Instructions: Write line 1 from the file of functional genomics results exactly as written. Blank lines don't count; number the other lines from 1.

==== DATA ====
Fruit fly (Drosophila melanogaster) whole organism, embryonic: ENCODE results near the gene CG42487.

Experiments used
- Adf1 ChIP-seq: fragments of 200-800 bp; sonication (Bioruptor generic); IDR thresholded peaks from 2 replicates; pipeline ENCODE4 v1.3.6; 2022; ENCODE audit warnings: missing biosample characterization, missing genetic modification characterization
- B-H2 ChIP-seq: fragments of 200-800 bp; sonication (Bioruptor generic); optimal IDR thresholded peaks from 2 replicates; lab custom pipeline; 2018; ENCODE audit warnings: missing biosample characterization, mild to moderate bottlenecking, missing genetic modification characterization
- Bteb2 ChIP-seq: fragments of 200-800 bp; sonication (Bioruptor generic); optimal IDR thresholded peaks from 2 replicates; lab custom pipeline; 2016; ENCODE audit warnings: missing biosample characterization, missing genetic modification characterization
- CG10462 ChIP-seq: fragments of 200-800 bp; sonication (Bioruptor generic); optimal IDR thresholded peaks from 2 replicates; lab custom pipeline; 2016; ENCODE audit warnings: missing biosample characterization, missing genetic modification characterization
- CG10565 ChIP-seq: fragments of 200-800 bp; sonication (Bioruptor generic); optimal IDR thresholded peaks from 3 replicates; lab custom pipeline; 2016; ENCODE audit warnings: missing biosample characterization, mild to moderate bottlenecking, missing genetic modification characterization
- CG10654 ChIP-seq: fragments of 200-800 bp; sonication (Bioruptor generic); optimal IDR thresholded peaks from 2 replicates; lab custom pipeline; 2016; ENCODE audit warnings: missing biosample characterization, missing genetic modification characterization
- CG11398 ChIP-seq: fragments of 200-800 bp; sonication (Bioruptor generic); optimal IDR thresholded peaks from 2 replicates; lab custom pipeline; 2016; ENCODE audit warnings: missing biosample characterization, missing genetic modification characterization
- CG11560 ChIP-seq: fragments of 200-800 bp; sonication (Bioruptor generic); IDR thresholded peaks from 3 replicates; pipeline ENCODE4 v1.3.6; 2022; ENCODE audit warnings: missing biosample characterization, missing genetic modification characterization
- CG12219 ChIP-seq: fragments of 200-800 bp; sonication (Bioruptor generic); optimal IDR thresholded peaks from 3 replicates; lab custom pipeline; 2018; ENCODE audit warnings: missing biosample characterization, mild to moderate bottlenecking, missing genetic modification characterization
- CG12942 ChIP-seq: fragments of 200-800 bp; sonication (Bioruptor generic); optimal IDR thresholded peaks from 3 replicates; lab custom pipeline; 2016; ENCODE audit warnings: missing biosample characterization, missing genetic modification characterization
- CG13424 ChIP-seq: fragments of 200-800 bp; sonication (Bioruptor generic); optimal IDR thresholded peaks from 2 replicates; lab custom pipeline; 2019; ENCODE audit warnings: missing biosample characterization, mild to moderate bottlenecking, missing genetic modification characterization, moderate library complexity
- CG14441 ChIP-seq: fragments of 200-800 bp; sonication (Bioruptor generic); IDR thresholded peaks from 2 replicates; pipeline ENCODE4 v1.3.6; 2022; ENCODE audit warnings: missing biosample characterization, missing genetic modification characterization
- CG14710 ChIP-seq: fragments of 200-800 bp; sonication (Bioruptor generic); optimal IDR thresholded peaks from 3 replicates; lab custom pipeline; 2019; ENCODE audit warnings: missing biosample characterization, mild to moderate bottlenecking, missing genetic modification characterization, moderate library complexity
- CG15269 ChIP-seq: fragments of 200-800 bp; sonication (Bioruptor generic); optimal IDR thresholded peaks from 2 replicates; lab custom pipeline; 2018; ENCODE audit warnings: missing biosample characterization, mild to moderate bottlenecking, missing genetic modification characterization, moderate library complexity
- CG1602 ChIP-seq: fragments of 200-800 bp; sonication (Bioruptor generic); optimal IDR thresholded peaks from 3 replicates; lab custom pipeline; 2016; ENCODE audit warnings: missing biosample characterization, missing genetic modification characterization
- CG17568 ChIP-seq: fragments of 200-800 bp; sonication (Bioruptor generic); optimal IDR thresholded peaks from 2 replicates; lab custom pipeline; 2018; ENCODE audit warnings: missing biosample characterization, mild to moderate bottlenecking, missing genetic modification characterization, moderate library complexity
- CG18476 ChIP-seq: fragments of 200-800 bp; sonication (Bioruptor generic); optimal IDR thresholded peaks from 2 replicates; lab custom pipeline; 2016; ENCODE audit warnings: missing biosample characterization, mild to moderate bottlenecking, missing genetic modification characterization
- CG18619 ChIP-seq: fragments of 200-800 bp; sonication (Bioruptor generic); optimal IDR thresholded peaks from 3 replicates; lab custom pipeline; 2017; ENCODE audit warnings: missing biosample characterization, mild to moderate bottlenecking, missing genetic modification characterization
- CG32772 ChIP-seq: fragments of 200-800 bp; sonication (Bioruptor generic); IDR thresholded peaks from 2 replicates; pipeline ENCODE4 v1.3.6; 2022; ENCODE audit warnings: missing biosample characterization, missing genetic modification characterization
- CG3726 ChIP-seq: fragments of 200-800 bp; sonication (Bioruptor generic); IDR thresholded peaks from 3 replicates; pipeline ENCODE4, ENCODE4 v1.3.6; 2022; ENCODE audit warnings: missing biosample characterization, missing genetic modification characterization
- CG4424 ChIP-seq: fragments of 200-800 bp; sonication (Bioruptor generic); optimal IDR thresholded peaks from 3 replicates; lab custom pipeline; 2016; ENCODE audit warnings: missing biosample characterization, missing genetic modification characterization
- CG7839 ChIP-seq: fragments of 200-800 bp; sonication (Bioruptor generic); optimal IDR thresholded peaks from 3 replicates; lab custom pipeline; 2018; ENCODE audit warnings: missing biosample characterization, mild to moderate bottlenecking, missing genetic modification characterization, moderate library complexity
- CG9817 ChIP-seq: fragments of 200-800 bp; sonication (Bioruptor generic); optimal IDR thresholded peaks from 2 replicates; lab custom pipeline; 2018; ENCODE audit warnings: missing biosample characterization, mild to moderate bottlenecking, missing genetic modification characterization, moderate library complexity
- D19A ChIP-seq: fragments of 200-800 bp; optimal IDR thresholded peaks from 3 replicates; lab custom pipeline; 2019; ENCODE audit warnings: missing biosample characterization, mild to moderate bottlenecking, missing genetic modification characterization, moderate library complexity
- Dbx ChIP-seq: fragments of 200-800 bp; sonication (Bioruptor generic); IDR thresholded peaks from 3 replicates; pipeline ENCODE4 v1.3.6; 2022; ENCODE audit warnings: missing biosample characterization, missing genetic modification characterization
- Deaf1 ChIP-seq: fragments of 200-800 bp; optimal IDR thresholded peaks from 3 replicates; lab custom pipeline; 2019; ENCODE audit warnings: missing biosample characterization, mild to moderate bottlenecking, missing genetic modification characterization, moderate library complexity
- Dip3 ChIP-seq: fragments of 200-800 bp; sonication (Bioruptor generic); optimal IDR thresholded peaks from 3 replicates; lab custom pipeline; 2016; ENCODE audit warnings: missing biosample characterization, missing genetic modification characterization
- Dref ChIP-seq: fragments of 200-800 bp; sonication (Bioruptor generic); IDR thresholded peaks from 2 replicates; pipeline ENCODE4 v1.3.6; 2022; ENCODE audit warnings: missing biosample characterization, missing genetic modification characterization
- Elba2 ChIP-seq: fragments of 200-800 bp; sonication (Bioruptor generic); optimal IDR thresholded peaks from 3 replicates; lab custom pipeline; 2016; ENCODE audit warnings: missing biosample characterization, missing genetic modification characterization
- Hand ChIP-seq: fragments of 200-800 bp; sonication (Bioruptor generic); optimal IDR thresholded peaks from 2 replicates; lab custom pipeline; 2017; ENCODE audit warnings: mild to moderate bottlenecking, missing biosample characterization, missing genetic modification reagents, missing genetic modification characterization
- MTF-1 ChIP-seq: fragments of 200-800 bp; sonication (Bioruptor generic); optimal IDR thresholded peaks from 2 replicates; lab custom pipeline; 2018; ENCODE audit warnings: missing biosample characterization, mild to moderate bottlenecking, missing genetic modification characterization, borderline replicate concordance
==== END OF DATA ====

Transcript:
Fruit fly (Drosophila melanogaster) whole organism, embryonic: ENCODE results near the gene CG42487.